Thanks for reading :spin:
    Have you considered that maybe your interactions with your colleagues may be part of the problem? Are you often telling them how "At the other hospital, we used to do it this way..."? Do you say things that may suggest that your current unit is inferior to the other one? What caught my attention was your assertion right off that bat that one year at the previous hospital equaled two years anywhere else, as well as the "they should be treating me like gold" remark. To be honest, that comment flat out scared me. It sounded like ego run amok. Shouldn't they be treating all their nurses like gold (particularly the ones with years of experience)?

    If it is truly so dreadful where you are, perhaps you should go back to your previous unit, where it was so much better. It's obvious you have nothing to learn at the new facility; your talents are being wasted.
  6. by   abbythetabby
    Quote from VickyRN
    Whether management realizes it or not, the experience of nursing students during clinicals at their hospital is the most powerful recruitment tool there is - FOR or AGAINST. If the nurses on a floor are welcoming and helpful to the students, then the graduate nurses will choose that place for their first job, even if the pay is less than somewhere else, or they have to drive 30 miles. If the unit has a "toxic" feel, then graduates will avoid that place like the plague, even if the management is offering all sorts of pay incentives and bonuses, and the place is "local."
    Exactly!
    I've had clinical experience in four hospitals so far, and when I graduate, there's one I would never consider joining. I don't care if they pay more than anyone else, have great benefits and are within walking distance. Nothing is worth being as miserable as those nurses are.
  7. by   TrudyRN
    Quote from lizz
    Oh, it's done now ... thank god. I was just responding to posts on the thread.

    :typing
    Did you pass? What are you doing now? I hope things are better for you and I hope you have a great holiday.
  8. by   Sheri257
    Quote from TrudyRN
    Did you pass? What are you doing now? I hope things are better for you and I hope you have a great holiday.
    Thank you very much. I did pass. Luckily, I have a good relationship with my teacher going back to first semester and, she knows this nurse from working with her at another hospital.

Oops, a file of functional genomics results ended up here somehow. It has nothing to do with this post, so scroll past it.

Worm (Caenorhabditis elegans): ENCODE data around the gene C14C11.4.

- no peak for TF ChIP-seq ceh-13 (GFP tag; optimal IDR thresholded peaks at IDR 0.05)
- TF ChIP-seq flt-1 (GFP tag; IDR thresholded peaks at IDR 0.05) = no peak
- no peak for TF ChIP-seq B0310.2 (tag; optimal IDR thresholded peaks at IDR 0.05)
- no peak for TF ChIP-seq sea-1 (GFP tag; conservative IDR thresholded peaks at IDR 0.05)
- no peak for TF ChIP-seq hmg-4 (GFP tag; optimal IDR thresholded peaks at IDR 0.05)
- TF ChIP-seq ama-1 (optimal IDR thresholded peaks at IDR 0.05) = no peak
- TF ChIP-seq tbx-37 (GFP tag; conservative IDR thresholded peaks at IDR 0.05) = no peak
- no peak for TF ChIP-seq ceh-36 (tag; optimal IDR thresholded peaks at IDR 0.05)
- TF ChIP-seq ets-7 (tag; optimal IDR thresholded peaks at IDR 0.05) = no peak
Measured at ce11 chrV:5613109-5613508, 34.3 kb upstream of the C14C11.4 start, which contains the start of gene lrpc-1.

I knew that my teacher couldn't reassign me because they were so short on preceptors so, I didn't say anything because I didn't want to bother her.

    But, near the end, my preceptor claimed that the teacher was saying bad stuff about me which, was really weird because I had just met with the teacher earlier that day.

    This teacher is the kind of person who would tell me in no uncertain terms if she thought I wasn't performing or, anything else for that matter.

    So, at that point, I did call my teacher and, she knew what was going on. Of course, my teacher never said any of the things my preceptor claimed she did.

    My teacher said she's been doing this for 30 years and, no matter what my preceptor said, she knows I'm a safe practitioner. She said she knew there were problems with that nurse and on that floor so ... she told me not to worry about it.

    That was it. I'm graduating next week.

    Again, thanks for the kind thoughts.

    :typing
    Last edit by Sheri257 on Dec 10, '06
  9. by   rnin02
    I think its been said once or twice in this thread, but if your are being a good preceptor, it is alot of work. Alot of hard work, even if the orientee doesn't always see it. Its the preceptor's responsibility to make sure everything was done correctly, and the patient is stable, so alot of double work gets done. It sounds like things are far different in CA vs VA as far as clinicals go, we didn't have to take so many patients during clinicals, or do 80% of the work for them either.

    Also, on my old unit, preceptors for the students weren't always assigned in advance, although somewhere. For the externs, they were almost always assigned in advance, but for the students just there a few weeks for clinicals (6 weeks, twice a week I think?) they get assigned to a patient or two, not a specific nurse.
  10. by   rach_nc_03
    Quote from kadokin
    Unfortunately, in this profession, we sometimes have to: bend over backwords; feed egos; take an inordinate amount of crap; be treated like dirt; maintain professional demeanor in the face of unbelievable circumstances.

    yeah....but we *shouldn't* have to put up with any of the above. We continue to get treated this way because we allow it to happen.
  11. by   tiggertoo
    :yeahthat:
    I had one preceptor that swore that it was a universal concept to give coumadin at 1700 and that of course everyone knows that. She even looked it up in the Drug Reference. She didn't find it.
  12. by   ern91
    Find a different environment in which to work. Not all depts., hospitals,etc.
    will have this problem. It depends upon the management and what they promote/tolerate. I have worked where the behavior you describe was rampant and also where it was not. I have found, in my 16 years of experience as a nurse, that finding the right job is kind of like finding the right life partner. You kiss a few frogs before you find your prince/princess.
  13. by   hecete
    Where I Work, In Snf, The Situation Is Probably The Same. The Grads They Are Turning Out Now Leave Alot To Be Desired. To Work In This Snf You Have To Multi-task Your Whole Shift. These New Grads Can Barely Pass Meds, Forget About Doing A Pt. Assesment. Don't Know How Many Times I've Found Trachs Plugged, G-tubes Draining On The Bed Etc. You Can Talk Til You're Blue In The Face, They Just Don't Get It!!!!